After attending prestigious New York art schools - Slayton at Pratt Institute, Colburn at the Art Students' League - they both moved to Burlington in the 1930s. From 1935 to 1943, both painted for the federally funded WPA Easel Painters Project, which paid professional artists a stipend to paint a certain number of works a year.
"According to my dad's memoir, there was a Burlington discussion group and it was a place where people of a progressive bent - artists, intellectuals and that sort of thing - gathered to talk about social problems," Slayton said. "In any case, they met in Burlington."
Much of the work in the Fleming exhibit is from the artists' Depression-tinged WPA period.
Their early work has a lot in common, Slayton said. "But as they aged and matured and each of them developed their own life, their art became more individualistic."
Colburn began incorporating cubist elements into his art and in his landscapes, especially in his later years.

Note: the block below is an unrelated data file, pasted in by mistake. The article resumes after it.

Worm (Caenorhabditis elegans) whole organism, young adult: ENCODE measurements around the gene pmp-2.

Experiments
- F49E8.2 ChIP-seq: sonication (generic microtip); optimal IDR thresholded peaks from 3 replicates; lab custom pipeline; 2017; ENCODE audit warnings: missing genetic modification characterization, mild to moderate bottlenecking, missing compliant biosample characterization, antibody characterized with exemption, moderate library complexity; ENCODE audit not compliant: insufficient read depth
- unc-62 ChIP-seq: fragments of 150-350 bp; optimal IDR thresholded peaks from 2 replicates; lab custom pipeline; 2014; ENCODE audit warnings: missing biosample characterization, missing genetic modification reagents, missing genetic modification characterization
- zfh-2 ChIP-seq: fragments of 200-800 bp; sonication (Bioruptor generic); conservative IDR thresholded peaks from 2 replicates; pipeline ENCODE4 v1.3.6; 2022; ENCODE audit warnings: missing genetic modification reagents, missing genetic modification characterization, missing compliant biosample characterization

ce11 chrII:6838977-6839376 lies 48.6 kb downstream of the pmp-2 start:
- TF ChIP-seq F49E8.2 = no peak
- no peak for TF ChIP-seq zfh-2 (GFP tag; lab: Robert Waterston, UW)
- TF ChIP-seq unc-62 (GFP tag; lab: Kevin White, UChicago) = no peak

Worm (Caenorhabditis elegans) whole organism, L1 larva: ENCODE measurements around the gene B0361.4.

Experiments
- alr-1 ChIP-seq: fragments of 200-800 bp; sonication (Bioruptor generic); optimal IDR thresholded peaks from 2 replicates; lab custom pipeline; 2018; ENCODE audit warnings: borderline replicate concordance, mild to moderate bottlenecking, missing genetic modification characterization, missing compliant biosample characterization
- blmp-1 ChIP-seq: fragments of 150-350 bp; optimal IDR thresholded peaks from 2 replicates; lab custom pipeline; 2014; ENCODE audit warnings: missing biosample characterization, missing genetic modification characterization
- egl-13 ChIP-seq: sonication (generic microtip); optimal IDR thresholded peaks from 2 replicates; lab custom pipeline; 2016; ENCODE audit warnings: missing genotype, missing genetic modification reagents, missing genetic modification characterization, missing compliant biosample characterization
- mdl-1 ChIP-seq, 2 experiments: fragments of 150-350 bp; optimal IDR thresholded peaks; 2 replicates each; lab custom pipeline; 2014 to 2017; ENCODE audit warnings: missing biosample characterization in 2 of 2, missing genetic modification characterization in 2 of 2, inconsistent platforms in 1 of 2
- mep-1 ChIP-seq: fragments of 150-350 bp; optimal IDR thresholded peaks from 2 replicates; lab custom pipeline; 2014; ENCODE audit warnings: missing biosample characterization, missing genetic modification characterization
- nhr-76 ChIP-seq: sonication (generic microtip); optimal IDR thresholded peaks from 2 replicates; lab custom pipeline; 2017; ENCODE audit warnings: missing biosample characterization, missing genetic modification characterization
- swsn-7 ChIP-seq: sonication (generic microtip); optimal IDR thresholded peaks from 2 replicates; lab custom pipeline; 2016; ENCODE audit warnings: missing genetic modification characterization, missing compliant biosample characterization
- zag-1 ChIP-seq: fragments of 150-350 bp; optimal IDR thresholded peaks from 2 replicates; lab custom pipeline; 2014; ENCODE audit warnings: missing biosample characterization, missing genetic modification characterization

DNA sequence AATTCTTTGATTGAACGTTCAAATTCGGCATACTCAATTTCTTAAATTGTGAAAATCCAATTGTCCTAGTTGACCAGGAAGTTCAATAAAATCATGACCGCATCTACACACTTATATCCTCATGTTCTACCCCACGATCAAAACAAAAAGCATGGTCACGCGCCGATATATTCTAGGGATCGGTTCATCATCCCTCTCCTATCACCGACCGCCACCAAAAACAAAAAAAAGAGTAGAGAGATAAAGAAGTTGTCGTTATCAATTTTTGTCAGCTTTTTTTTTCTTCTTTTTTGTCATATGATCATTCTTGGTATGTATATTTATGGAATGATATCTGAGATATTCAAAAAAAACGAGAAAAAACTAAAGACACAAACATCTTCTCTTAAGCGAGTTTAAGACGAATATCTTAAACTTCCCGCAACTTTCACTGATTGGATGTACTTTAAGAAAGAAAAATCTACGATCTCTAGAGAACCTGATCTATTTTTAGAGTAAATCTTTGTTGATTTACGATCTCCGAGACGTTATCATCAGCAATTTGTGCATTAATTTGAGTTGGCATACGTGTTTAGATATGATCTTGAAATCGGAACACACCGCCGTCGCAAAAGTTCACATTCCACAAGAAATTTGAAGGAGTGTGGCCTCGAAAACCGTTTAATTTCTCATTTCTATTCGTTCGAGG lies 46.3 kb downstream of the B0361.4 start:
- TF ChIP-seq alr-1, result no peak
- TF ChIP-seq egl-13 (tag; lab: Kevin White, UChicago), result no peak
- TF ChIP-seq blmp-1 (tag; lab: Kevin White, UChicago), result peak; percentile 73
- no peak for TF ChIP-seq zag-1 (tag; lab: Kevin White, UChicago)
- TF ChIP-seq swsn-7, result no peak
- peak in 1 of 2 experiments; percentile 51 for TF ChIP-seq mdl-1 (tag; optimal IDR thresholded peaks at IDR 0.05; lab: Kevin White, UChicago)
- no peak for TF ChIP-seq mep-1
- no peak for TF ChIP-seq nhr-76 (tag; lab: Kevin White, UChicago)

"You can see how he's playing with some of the ideas that began with Cezanne and developed through Picasso and Braque and so forth in his compositions like 'The White Church' (1950) and 'Granite Quarry' (1942)," Slayton said. "That's the style he was painting when I was his student at UVM."
With Ronald Slayton, there was a connection with Van Gogh.
"If you look at that painting 'The Planter' (1937), the boots are highlighted with little tiny strokes of pure color," his son said. "That's a technique that's very reminiscent of Van Gogh."
Colburn continued to paint and teach at UVM, while Slayton moved to Tennessee, where he virtually stopped painting, focusing on raising his three children. When Slayton returned to Vermont, he turned to watercolors because they were quicker, allowing him time to teach and for his family.
"I think they started off doing something quite similar," Tom Slayton said. "As they developed, I think it was quite clear that Francis Colburn developed a very strong graphic talent. He could really draw - with incredible accuracy and precision. My dad didn't have that ability."
Conversely, Slayton credited his father with a brilliant sense of composition.